Harry Triguboff, the property developer, found that inner-city high-rise 3-bedroom flats were not selling as families want more space and so move to the suburbs.

John Meagher, founder and director of Three-Sixty Degrees Property Group, said that finding ways for better use of scarce space is the most important luxury in expensive, crowded Sydney and Melbourne.


Australian governments are planning close densification of cities. Sydney and Melbourne will double in size in the inner and middle established suburbs and in the greenfield fringe suburbs from the present population of approximately 3m and 1m (4m) respectively, growing to 6m and 2m (8m) over 3-4 decades. This is a major change and a huge densification in a relatively short time: a great adjustment to community values, individual way of life and general standard of living from the present. Murmurs against population increase are beginning.

The cost of government infrastructure is higher in the greenfield fringes than in the established suburbs. Both are more expensive than in new regional cities.

Housing prices in Sydney and Melbourne have risen markedly and there is concern about housing affordability for first home buyers. Interest rates are low, but economic growth, contrary to usual reaction, is below the long-term average. Wages are growing slowly, not enabling people to afford housing as previously and prosperity is lower for many. Public transport into the CBDs for work is lagging-behind demand. There was a large increase in demand when petrol prices were raised by OPEC, the oil cartel. A few metro rail lines are being built and light rail in Sydney.


It is unlikely that public transport will ever be as effective as in London with its 8m people in a smaller area than Sydney and Melbourne. Driverless electric vehicles are expected by the authorities to fill the need. They will be constantly on the move to pick-up, not parked or garaged, so will add to congestion.

Densification causes congestion and loss of world leading liveability, particularly spatial liveability. Smart city digital technology will not compensate for loss of spatial liveability. This is more relevant to cities of 8m or more trying to regain some liveability, such as London ranked number 53 in world liveability, and New York ranked number 56. Greater dwelling densification causes greater traffic densification.

Access to jobs by public transport is a strong driver. Most jobs are in CBDs, but it is growing more difficult because of congestion to get there in time and cost. China has found that new high-rise offices in the CBD are less than full. Companies are taking offices to the workers in dispersed suburban hubs unconnected to each other. This is a drag on innovation.


There are two main thrusts to manage population increase. The first is planned major densification, like London, by increasing the number of smaller dwellings in the leafy established suburbs and expanding the greenfield fringe suburbs, while introducing smart city tech and driverless electric vehicles. This approach has overwhelming unintended consequences of loss of liveability and prosperity. It is the second-best option.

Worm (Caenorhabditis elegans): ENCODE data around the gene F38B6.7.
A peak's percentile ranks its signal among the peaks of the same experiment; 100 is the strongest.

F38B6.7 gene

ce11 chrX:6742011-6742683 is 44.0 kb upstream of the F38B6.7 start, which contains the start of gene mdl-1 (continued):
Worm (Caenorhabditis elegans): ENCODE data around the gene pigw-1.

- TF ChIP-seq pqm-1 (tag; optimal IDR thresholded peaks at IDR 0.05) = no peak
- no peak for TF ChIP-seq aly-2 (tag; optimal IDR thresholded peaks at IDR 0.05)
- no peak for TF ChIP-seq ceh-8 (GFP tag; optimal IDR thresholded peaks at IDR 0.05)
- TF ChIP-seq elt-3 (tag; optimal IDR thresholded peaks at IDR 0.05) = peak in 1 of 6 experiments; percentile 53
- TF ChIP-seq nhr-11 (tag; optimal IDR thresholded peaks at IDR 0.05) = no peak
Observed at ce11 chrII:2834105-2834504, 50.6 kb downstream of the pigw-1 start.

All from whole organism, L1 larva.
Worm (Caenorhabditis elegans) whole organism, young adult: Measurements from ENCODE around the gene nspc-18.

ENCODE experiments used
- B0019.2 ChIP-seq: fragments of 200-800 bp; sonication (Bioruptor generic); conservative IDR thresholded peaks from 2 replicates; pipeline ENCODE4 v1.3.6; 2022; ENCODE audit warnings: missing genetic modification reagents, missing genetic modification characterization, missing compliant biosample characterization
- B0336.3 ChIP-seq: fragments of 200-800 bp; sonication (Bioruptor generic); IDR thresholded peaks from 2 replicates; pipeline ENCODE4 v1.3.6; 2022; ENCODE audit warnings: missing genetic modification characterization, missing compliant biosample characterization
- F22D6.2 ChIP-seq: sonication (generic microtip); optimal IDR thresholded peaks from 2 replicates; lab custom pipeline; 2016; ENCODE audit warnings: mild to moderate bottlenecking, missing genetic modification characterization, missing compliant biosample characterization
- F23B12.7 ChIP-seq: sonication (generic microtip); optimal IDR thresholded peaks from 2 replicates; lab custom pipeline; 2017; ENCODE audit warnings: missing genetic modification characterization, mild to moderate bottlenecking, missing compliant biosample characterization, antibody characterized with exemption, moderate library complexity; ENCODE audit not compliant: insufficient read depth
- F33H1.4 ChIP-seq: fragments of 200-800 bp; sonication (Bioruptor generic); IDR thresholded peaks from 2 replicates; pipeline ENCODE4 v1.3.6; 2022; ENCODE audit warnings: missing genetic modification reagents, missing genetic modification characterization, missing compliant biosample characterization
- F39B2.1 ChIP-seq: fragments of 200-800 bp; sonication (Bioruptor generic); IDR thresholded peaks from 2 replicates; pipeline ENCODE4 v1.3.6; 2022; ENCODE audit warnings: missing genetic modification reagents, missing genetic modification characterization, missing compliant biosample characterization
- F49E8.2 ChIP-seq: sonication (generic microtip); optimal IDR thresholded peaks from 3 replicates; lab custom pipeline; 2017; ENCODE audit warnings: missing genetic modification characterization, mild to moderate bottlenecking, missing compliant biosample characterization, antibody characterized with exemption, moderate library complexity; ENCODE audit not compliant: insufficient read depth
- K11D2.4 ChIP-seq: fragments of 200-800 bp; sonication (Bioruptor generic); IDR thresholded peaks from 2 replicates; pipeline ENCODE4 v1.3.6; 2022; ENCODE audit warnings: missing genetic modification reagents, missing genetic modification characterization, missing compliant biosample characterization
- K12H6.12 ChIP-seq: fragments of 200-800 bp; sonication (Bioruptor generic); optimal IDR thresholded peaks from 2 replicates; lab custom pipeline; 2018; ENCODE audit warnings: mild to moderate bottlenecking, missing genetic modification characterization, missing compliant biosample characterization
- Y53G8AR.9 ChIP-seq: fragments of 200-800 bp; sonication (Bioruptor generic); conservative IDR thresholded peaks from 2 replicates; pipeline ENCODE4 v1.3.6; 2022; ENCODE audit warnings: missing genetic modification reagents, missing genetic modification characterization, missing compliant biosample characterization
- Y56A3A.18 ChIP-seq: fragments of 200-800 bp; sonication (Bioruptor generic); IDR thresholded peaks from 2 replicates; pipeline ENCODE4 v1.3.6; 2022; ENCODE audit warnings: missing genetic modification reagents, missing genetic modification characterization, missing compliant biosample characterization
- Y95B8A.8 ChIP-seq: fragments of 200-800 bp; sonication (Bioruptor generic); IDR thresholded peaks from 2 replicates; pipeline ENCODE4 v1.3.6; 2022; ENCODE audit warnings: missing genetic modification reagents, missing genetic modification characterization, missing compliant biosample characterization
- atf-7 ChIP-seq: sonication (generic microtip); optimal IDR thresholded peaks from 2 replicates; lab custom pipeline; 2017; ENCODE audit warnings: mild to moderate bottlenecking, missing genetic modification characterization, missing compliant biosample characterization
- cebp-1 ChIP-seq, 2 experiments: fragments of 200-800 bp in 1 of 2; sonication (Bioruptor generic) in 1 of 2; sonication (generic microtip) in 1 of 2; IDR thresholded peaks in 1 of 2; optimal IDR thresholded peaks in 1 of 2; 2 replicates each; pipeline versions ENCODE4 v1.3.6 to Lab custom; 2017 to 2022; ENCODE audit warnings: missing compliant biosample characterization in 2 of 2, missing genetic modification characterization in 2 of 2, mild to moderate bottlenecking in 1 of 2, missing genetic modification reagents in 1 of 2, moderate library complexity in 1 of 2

Another approach is the proposed building of new cities of 1m on either side of Melbourne, Sydney and Brisbane in the regions, connected to the CBDs by High Speed Rail in less than 60 minutes commuting time. These cities would be cheaper in government infrastructure costs and in private building costs than in major cities or their fringes.

The new cities would relieve the major cities of congestion and densification. They would protect precious world-leading liveability. Rural towns on the High Speed Rail line would also grow and afford relief. The aim is for 10m of the 24m increase to be distributed in regionals between the main cities with access by High Speed Rail. Instead of a huge loss there would be a gain. Innovation would be fostered.


The trend to population growth and more migrants looking for a better life in Australia will continue. The urge for their own home once settled and affordable will continue. There will be a strong desire for more space and prosperity. New migrants and foreign students will continue to reinforce demand for inner city high rise units. The demand for rental accommodation may ease, if growth and incomes pick up and housing affordability is less of a problem with higher interest rates and more stable house prices.

Concerns will remain and intensify, if official policy is focused on greater densification and consequent loss of liveability. Innovation may be slowed; prosperity may be less. It is counter-productive.

The long-term trend in large scale immigration is anti-densification. It is built on the desire for home ownership with more space, not less. The smaller dwellings closer together of densification is against the trend of migration and deeply established values. It is little different to where migrants came from, and not attractive. Forcing a change in values is dangerous because it will arrest the Australian competitive advantage from strong migration and its contribution to growth and prosperity.

There is no need to greatly densify cities and suffer the disadvantages. There is an alternative: 6 new cities of +1m on the High Speed Rail line around the capitals.